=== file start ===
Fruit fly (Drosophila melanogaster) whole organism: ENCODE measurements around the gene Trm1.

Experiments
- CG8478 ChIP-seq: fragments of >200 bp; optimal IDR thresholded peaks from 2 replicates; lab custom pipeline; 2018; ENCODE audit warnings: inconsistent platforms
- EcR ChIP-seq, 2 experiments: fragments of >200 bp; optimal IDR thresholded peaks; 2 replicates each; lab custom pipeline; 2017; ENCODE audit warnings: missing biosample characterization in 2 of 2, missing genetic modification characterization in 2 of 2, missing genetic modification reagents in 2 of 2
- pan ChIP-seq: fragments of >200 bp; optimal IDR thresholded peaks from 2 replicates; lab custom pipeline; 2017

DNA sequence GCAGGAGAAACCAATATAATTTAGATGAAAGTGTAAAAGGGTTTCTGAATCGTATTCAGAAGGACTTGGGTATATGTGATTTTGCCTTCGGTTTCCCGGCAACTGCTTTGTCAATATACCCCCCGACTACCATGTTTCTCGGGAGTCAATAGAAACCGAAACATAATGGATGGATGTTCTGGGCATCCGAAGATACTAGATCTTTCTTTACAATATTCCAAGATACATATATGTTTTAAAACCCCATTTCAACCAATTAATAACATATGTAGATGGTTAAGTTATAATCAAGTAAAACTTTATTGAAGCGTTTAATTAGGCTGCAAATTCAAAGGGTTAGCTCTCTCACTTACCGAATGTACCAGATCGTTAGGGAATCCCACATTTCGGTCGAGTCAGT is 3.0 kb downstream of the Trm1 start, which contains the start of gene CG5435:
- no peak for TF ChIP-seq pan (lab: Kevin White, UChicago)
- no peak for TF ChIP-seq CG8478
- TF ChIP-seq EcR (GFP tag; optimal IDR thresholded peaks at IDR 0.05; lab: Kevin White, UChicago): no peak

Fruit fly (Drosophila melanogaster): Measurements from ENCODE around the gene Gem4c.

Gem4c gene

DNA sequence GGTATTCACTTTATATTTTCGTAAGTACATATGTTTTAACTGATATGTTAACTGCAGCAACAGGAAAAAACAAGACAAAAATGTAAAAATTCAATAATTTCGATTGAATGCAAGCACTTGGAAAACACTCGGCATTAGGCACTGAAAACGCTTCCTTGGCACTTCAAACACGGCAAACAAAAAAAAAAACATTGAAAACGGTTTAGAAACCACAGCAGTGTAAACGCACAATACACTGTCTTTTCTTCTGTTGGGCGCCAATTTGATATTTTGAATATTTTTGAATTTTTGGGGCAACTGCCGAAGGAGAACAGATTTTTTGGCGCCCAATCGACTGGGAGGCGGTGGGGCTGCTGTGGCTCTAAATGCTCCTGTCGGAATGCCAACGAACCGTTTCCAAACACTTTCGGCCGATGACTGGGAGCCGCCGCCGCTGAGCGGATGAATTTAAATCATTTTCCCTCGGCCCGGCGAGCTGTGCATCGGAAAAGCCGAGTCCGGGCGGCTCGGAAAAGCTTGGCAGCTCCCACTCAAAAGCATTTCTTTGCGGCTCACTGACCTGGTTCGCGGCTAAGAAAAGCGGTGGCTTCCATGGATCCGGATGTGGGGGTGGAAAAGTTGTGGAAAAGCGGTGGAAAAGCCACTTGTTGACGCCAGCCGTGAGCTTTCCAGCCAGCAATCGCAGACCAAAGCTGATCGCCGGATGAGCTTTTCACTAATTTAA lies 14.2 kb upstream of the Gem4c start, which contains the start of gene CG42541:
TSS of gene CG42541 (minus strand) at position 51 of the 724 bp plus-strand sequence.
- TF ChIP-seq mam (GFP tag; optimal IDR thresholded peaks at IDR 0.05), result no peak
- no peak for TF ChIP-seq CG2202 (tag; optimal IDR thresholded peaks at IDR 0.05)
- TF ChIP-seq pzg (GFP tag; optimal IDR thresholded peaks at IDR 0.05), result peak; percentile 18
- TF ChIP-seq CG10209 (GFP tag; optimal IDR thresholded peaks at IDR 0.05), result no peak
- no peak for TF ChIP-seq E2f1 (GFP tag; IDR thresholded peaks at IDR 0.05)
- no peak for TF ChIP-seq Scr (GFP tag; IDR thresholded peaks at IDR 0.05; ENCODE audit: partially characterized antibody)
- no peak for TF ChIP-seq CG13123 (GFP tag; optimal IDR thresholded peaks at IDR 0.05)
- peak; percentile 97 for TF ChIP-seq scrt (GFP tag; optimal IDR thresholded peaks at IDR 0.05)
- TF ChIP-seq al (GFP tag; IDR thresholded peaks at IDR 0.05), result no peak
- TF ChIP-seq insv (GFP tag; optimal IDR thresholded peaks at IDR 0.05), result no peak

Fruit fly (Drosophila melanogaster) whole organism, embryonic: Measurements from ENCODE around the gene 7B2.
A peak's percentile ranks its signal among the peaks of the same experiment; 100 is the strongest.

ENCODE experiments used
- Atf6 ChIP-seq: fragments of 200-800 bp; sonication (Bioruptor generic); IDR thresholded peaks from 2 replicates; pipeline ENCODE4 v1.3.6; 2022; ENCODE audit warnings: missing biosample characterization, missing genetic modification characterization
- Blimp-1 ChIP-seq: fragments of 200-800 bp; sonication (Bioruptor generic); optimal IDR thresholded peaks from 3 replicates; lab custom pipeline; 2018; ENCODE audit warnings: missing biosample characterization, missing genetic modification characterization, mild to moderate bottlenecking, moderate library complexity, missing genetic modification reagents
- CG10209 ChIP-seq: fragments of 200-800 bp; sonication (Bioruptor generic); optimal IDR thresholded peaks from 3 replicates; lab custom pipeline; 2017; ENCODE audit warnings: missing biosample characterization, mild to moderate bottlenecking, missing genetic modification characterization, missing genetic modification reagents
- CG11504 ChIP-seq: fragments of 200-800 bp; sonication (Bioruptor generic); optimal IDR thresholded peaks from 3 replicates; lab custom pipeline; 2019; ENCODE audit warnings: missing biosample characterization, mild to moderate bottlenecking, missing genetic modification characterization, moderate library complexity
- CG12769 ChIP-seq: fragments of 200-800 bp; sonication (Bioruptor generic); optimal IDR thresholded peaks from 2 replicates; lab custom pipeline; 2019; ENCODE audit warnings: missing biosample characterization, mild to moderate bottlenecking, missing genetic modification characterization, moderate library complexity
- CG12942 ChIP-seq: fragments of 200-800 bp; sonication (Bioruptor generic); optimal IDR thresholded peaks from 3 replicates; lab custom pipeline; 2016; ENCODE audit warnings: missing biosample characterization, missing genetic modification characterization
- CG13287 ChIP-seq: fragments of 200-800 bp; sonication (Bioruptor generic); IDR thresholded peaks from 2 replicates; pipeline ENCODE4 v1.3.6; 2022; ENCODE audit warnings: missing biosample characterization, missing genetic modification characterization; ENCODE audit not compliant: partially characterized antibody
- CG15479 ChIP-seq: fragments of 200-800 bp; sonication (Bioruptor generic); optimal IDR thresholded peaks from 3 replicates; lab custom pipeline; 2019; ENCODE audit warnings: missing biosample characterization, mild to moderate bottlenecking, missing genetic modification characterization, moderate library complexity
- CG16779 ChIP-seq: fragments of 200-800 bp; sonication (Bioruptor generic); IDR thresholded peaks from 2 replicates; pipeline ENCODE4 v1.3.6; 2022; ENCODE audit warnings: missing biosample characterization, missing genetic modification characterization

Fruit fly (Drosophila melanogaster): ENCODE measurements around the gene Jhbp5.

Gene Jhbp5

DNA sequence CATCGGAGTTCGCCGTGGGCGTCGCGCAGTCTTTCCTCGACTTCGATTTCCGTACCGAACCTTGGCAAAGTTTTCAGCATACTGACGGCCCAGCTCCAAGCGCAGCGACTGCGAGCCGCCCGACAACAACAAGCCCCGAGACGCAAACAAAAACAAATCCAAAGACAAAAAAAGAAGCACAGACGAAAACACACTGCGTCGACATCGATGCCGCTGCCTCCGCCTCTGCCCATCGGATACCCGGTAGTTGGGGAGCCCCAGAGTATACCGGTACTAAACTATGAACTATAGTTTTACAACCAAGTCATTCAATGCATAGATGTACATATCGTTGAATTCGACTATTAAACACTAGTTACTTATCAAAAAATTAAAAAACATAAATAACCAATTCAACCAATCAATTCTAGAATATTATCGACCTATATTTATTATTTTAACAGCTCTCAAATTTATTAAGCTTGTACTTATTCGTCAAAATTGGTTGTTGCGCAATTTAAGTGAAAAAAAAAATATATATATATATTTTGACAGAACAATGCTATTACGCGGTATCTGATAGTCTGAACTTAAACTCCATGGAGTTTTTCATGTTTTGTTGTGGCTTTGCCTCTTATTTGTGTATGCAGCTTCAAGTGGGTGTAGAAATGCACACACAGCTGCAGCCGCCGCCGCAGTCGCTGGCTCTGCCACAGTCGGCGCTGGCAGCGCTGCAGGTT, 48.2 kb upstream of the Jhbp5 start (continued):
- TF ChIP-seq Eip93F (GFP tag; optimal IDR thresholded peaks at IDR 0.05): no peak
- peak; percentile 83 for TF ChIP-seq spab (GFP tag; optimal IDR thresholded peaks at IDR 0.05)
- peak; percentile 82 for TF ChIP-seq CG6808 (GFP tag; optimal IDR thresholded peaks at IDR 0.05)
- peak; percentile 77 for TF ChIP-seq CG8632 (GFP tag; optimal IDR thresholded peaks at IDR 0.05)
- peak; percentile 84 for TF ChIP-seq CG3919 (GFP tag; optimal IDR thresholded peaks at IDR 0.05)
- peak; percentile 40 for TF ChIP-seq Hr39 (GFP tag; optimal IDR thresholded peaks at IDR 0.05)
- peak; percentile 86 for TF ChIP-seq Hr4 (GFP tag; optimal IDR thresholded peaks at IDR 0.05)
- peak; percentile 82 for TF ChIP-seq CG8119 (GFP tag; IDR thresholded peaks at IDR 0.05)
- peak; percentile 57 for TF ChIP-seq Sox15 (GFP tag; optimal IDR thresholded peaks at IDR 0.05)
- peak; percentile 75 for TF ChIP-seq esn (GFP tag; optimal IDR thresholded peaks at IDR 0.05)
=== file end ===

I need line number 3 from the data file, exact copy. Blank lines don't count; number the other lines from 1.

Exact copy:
- CG8478 ChIP-seq: fragments of >200 bp; optimal IDR thresholded peaks from 2 replicates; lab custom pipeline; 2018; ENCODE audit warnings: inconsistent platforms